Jim Beattie died Wednesday. He was 77. He was a 6-foot-9 heavyweight boxer and had one of the most interesting stories you will find among Minnesota’s home-state athletes.

Search with today’s technology for Beattie and there are numerous articles from Robert Lipsyte, who first gained fame as a boxing writer for the New York Times.

All the legends of East Coast sportswriting had something to offer on Jim Beattie during those 33 mercurial months, from when he arrived in New York City in April 1963 to seek the heavyweight championship of the world, to January 1966, when he was “involuntarily retired for his own sake” by the New York State Athletic Commission.

Publicist Gene Schoor created the hype for James J. Beattie, a young boxer from St. Paul chosen in a national search for the next heavyweight champion. It started with a classified ad that Schoor placed in many newspapers, promising $10,000 a year and all training expenses paid “while you learn” the skills required to win the heavyweight crown.

Schoor and his partners — Bill Nicholson, Sy Krieg and Phil Krupin — formed Kid Galahad Inc. Beattie eventually was the chosen one from a half-dozen finalists.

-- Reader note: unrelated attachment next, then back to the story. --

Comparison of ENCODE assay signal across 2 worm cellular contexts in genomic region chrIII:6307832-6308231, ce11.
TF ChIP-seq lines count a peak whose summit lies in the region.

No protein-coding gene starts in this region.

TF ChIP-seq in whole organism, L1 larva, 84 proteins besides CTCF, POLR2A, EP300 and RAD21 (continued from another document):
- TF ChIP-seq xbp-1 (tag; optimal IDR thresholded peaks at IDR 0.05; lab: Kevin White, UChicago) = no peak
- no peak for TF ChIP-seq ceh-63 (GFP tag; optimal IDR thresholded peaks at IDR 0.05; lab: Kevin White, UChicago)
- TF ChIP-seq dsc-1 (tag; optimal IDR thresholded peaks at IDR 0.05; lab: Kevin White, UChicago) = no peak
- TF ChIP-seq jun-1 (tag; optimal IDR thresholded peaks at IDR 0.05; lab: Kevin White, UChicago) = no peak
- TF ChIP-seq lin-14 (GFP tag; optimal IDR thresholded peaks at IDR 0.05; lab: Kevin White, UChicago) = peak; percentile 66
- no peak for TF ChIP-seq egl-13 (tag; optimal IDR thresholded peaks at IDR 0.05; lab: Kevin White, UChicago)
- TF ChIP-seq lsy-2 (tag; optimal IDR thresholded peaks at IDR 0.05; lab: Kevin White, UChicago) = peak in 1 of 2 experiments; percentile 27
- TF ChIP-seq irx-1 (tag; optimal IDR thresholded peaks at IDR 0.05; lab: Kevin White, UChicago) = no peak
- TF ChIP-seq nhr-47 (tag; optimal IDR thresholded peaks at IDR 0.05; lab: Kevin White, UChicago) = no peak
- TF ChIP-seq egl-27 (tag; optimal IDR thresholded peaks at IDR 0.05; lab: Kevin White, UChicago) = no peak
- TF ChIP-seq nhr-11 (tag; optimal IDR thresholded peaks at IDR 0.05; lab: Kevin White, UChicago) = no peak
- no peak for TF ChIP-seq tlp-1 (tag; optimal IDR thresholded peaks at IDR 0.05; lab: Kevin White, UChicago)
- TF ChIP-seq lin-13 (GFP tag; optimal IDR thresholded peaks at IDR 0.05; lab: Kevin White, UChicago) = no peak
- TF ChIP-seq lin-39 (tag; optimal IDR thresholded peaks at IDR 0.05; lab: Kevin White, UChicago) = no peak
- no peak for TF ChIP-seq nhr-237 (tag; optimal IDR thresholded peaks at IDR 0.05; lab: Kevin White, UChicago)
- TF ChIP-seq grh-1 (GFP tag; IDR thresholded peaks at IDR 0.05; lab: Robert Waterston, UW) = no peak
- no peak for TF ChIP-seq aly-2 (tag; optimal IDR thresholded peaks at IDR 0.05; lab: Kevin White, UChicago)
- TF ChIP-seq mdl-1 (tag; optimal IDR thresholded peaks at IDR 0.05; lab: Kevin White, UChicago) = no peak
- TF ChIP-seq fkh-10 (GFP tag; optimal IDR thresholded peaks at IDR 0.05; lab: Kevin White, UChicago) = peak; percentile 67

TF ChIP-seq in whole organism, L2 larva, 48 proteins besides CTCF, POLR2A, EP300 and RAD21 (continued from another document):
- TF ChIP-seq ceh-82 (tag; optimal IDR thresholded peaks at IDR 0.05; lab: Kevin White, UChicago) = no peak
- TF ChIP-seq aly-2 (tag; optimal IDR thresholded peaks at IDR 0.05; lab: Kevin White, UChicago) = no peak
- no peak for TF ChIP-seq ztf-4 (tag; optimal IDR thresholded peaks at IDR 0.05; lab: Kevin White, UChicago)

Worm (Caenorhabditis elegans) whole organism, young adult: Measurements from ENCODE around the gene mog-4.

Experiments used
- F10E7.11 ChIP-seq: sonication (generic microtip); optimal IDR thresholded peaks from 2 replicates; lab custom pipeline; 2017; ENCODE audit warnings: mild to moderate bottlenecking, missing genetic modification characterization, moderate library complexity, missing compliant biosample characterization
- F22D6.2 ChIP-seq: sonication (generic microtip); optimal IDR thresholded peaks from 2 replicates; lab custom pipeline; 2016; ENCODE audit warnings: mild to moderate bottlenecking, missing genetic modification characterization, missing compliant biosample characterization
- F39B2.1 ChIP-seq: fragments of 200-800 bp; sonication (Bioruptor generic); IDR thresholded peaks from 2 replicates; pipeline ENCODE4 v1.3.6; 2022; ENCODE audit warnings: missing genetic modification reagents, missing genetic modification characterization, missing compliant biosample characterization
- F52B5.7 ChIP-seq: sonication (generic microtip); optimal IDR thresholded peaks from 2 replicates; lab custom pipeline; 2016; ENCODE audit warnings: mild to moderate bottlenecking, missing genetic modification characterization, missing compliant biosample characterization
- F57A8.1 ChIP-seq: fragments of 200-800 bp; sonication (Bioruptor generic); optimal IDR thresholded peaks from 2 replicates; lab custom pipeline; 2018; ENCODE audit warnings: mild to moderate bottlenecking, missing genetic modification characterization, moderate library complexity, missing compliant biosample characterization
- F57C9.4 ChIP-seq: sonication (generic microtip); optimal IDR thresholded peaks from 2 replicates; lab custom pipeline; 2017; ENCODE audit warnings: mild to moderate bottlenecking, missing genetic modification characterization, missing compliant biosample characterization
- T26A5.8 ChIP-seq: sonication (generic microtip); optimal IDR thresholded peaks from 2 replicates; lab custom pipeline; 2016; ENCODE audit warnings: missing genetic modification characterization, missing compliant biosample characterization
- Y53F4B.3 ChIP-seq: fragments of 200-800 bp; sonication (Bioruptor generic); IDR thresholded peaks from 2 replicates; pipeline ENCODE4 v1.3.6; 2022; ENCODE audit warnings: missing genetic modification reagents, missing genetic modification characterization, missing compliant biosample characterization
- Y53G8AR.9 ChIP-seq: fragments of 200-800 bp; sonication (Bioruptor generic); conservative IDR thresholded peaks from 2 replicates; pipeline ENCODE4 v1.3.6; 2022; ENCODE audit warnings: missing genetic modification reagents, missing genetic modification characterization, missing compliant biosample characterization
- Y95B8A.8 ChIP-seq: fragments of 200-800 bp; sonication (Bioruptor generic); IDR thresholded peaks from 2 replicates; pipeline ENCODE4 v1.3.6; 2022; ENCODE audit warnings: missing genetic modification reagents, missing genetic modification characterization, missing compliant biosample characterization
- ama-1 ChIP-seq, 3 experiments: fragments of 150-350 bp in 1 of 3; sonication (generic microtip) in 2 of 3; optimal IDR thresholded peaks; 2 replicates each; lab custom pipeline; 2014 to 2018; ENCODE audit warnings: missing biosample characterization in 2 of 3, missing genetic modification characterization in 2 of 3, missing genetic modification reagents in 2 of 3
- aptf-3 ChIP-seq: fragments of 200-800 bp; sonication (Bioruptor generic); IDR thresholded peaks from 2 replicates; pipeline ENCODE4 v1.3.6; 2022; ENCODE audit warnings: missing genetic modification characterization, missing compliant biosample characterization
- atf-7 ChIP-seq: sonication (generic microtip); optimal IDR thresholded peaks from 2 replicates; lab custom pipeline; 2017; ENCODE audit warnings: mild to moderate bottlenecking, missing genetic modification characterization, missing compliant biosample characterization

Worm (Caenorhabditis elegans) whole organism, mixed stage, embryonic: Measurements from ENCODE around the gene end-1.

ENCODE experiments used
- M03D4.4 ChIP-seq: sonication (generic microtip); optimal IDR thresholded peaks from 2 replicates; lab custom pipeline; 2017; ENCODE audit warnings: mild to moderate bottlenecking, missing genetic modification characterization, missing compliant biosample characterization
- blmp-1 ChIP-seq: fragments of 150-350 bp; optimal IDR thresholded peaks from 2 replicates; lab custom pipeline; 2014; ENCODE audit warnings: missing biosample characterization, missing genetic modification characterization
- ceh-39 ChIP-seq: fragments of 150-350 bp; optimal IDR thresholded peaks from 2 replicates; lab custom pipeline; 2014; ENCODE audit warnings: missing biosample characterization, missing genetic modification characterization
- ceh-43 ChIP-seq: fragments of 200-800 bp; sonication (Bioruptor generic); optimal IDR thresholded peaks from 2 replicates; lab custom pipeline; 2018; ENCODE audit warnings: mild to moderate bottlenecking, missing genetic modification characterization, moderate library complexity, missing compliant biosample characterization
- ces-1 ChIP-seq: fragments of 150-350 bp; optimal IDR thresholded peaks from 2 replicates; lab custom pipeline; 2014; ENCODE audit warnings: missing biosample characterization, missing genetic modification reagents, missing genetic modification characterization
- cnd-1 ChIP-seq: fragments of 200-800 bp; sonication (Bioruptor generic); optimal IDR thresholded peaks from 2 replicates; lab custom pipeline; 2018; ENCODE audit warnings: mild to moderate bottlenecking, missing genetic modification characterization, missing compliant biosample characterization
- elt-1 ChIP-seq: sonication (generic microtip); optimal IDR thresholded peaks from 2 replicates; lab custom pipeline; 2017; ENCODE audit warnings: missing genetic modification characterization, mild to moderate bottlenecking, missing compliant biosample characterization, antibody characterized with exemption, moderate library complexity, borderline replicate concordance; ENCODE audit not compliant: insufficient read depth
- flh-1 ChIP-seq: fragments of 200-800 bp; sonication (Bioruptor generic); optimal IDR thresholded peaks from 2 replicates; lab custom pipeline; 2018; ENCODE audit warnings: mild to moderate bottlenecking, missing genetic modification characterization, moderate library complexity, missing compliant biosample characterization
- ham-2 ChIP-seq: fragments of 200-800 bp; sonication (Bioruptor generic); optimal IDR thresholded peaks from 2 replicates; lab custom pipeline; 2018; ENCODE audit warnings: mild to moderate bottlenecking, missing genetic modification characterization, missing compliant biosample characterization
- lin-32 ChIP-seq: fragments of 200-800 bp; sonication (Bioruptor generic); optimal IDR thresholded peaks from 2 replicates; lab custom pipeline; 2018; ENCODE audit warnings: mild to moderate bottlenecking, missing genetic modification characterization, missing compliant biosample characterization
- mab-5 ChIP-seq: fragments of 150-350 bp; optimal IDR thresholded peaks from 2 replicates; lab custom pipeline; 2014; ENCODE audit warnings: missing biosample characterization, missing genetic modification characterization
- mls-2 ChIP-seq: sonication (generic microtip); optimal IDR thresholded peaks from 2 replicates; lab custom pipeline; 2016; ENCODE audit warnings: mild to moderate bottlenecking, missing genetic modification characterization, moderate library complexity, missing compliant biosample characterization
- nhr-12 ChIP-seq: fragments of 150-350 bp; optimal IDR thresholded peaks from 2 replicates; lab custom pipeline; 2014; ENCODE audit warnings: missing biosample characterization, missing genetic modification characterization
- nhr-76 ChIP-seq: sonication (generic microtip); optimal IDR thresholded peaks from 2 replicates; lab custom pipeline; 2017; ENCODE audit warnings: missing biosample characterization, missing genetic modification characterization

What did a wide-eyed 20-year-old from the most blue-collar of St. Paul backgrounds think of the frantic pace of Manhattan?

Jeff Beattie, the second of three sons and five children, said: “He absolutely loved it. He enjoyed people. … He loved being somebody.”

Beattie’s first fight in New York was a one-punch knockout of 5-foot-8 Duke Johnson on May 28, 1963. Official time: 24 seconds. His last was a thumping delivered by James Woody in Madison Square Garden on Dec. 10, 1965.

New York pulled his license. Beattie started a comeback with Glen Flanagan as his trainer in St. Paul. He returned to the ring in September 1966 and quit on his own after a couple of losses in 1968.

He had another comeback in 1976, eventually fighting and losing to a young Scott LeDoux on Feb. 20, 1979. He retired with a record of 40-10, with 32 knockouts.

Not Galahad-like, not a heavyweight champ, but not bad.

 

Write to Patrick Reusse by e-mailing sports@startribune.com and including his name in the subject line.

PLUS THREE

• Beattie played “The Kid,” James Earl Jones’ foil in the climactic fight scene of “The Great White Hope,” in the 1970 film based on a Broadway play.

• As Gene Schoor claimed, did Beattie once punch a police horse? Son Jeff wasn’t sure, but said his father loved “Blazing Saddles” and laughed loudly at that famous scene.

• Beattie was the four-time Upper Midwest Gold Gloves heavyweight champion (1959-62).